Staying on the rail line allowed me to come home often to see the kids, so we went east. We stayed in hostels when it was too cold to sleep outside. Some days were spectacular; others, not so much. But it was all an adventure, and I think served as an important reminder of how hard it is to focus on anything other than your basic necessities when you’re in that situation. Every meal is a chore. Staying clean and dry is a challenge. Keeping cold food cold, getting your clothes cleaned, creating personal space, even finding washrooms to use when you need them… all of these things we take for granted become time and energy-consuming activities.
That experience really made us more thankful than ever for what we do have, and I think more empathetic to those for whom that lifestyle isn’t a choice.
Housesitting on the Beautiful Bruce Peninsula
October brought a 6-week housesit with this beauty, in a gorgeous home in the woods on the Bruce Peninsula.
Basic needs met, I found myself sleeping better, taking walks, and able to focus on some things I’d been wanting to do for a while… reading a good book, painting, cooking healthier meals than you can usually manage on the road. Trevor’s stay didn’t last long, as this employment opportunity came up in Owen Sound. So Lady and I walked the forest paths, chilled out and wrote stories (she’s a great office dog), and looked forward to the kids coming over to liven things up for a few days.
But in that, I realized… I don’t think I want a big house. I don’t want empty spaces to keep clean. I don’t want things to look after. Wandering around an entire house alone left me feeling like I was clunking around the edges of our old life, feeling my way around for something that just wasn’t there anymore. The kids have gone on to live with their father, stepmother and stepsister and by all accounts, everyone is happy with this arrangement. For now, at least, it’s just Trevor and I. Downsizing has come early, and any second thoughts I had about that vanished during our housesitting experience.
Digital Nomad Life, European Style
As a Christmas full of change and reminders of loss loomed large (it would be my first without the kids, and the first without my father), I felt the need to do something drastic to avoid triggering a major depression. At the same time, I’m doing research for a tourism project and needed to get to a place with heavily-trafficked environmentally protected areas to work on that. The Canary Islands fit the bill.
We planned to have a late Christmas with the kids on the 27th, after the excitement of the 3 other family Christmases they needed to be at died down (best problem a child could ever have is a huge extended family who all want to spend time with them!). Trevor was working until a few days before Christmas, so armed with a plane ticket and a reservation for my first 3 days at a hostel in Las Palmas, I was off.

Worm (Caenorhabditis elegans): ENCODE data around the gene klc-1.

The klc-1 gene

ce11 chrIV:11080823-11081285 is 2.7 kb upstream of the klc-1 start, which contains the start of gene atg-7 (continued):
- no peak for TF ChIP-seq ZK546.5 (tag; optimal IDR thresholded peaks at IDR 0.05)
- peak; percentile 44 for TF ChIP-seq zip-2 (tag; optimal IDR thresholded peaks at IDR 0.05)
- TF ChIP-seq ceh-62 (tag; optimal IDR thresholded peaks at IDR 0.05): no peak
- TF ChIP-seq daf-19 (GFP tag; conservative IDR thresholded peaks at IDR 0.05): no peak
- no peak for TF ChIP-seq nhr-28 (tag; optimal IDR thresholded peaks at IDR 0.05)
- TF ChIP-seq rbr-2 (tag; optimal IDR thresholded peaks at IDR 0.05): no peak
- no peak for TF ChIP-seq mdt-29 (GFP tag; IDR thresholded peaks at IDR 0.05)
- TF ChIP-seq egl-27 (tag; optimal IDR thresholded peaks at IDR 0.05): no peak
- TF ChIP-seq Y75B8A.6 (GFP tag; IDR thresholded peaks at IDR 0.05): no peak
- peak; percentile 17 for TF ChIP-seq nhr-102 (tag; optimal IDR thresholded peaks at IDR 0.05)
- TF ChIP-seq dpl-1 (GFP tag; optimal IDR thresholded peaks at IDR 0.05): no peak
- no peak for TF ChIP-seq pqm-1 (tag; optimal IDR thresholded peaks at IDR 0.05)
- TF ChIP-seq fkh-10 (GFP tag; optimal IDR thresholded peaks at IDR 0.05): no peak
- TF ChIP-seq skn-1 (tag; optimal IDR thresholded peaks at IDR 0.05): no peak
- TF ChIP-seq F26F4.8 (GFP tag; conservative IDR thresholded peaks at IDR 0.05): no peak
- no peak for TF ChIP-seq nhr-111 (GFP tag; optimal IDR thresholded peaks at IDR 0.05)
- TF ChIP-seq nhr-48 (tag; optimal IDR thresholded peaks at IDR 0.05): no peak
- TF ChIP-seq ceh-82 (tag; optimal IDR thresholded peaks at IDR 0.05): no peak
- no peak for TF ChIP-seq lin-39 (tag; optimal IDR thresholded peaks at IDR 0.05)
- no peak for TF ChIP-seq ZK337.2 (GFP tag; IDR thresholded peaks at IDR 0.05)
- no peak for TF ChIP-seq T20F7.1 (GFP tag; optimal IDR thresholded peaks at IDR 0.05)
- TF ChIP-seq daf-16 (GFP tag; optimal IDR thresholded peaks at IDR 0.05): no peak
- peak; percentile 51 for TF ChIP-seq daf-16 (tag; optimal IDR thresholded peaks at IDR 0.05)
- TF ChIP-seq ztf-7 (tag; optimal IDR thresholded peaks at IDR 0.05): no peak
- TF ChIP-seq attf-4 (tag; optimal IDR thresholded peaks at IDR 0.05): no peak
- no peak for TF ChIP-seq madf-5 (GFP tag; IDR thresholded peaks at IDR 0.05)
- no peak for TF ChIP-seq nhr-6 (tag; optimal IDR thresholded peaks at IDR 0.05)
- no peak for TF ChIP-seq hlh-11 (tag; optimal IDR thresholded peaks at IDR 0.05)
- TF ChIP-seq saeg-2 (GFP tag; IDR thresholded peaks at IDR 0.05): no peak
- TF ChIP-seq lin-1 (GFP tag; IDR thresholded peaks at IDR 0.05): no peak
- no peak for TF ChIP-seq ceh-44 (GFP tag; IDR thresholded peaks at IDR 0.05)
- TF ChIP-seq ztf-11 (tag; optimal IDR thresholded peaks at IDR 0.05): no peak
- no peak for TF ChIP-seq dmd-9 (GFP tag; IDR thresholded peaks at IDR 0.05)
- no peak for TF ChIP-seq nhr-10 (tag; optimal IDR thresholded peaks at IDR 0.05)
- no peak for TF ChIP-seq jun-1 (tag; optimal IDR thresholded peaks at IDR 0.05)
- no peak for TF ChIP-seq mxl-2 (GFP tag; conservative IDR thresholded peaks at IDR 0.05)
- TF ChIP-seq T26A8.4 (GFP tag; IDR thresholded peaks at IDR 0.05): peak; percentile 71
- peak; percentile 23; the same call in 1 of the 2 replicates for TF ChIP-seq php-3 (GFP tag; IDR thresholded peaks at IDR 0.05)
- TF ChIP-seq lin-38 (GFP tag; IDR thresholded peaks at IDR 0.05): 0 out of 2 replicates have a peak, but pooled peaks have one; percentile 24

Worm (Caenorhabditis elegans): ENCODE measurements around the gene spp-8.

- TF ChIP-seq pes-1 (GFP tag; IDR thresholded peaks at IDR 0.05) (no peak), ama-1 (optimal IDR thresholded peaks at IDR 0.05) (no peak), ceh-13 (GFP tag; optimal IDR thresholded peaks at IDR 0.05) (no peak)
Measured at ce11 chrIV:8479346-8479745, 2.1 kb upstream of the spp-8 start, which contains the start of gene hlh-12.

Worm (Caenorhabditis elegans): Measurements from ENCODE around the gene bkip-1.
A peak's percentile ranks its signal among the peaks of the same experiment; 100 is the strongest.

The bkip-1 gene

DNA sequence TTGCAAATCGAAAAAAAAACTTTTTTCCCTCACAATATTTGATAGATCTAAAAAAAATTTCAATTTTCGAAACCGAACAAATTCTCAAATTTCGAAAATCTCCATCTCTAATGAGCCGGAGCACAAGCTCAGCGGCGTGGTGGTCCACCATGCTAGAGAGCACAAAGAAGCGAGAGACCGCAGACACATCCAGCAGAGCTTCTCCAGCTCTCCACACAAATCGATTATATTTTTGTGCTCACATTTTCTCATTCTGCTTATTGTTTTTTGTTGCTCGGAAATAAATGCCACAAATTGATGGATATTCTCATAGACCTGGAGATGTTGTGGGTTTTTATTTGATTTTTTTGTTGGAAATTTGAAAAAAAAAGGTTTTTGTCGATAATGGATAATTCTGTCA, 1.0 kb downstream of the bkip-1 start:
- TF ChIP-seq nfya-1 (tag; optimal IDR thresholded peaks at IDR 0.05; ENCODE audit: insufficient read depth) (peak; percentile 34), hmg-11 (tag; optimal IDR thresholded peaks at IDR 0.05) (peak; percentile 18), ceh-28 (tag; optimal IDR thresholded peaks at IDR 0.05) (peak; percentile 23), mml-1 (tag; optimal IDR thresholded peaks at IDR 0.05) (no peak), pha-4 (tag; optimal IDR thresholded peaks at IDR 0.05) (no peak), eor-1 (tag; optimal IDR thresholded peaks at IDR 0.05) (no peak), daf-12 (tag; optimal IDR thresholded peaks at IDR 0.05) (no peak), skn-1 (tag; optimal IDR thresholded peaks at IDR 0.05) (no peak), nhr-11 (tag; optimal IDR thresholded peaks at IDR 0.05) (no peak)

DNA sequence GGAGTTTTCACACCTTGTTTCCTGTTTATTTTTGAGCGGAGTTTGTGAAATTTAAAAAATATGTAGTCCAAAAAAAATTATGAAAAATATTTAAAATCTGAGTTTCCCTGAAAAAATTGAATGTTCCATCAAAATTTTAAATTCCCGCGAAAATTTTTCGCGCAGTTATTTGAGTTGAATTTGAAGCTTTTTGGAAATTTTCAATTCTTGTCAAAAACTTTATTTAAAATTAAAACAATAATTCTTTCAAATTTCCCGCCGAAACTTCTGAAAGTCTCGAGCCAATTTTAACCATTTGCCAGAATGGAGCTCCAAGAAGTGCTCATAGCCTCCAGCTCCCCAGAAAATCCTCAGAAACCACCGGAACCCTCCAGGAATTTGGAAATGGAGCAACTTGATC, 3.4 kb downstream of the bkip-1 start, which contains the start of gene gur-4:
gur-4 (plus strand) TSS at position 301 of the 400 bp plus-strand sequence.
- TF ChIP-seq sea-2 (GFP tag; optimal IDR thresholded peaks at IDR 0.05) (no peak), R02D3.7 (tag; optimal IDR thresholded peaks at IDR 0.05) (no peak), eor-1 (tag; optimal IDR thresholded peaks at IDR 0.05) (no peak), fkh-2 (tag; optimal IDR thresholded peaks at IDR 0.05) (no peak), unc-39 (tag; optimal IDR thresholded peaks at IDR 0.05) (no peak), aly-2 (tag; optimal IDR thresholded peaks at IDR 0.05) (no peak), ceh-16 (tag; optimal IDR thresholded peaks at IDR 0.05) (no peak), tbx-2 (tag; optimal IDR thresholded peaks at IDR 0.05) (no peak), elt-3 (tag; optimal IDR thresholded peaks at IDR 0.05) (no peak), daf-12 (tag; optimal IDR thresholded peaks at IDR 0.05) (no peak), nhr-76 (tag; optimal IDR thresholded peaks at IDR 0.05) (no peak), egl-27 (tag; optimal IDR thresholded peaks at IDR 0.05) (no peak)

Thankfully, spectacular Gran Canaria kept me too busy to entertain any depressing thoughts of the season. In that first hostel, I met a cyclist I’d spend a few days with later on in the trip, so that was good fun. Other travelers who’d been there longer had great recommendations about where I needed to go, what to do, what to see, and where to stay. Finding wi-fi to keep up with my work was never a problem, and having some of the conveniences we hadn’t had in Nicaragua freed up more time for just enjoying every minute of being there.
So will we buy another house? Maybe a cabin, or a tiny home. Small feels cozy and right; minimalist feels manageable. If there’s one thing we learned in all of this it’s that as much as we loved that old life at the time, we don’t necessarily miss it enough to commit ourselves to recreating it.
2017 also reminded us how fortunate we are to have a massive network of loving, supportive people around us. Kids who are resilient and loving and turning into such amazing humans. Our parents, who have been there every step of the way with no judgment, only love and support. Friends who showed up in so many ways and said, “Alright then, let’s fix this shit.” And then magically, they just did! You know who you are, and we love you and will do anything for you. Always.
What a gift, this rare chance to colour outside the lines, live more intentionally and really think about what it is we want out of life. In all the turmoil and upheaval, one thing came through loud and clear… whatever comes next, Trevor and I want to do it together. There have been a million ways things could have fallen apart for us in the last couple of years, but at the end of the day, I can’t imagine rolling with these punches with anyone else and if nothing else, this crazy year cemented that.
Thank you, 2017, for that.
Cheers, and we wish all of you the very best 2018 possible! <3
You Might Also Like...
Motel Marcel on the St Lawrence in Rimouski, Quebec, looking like the dark side of the moon on a cold September morning. This morning, we find ourselves in a tiny and perfectly acceptable motel in Rimouski, Quebec, on the Lower St. Lawrence. We'd actually planned to...
Packing for a 6-week road trip in our SUV with only a tent meant we had to get pretty choosy about what to bring and what had to be left behind. One thing I wasn't putting in storage was the 2.5qt crock pot we picked up in Nicaragua. That's right, I packed it in my...
Me: "Maybe this is one you should write...?" Trevor: "You don't want me to write this one." Alright, I drew the short straw. We're sitting here in Owen Sound amidst a pile of clothes, camping gear, dry foods and everything else we'd prepared for our six-week trip to...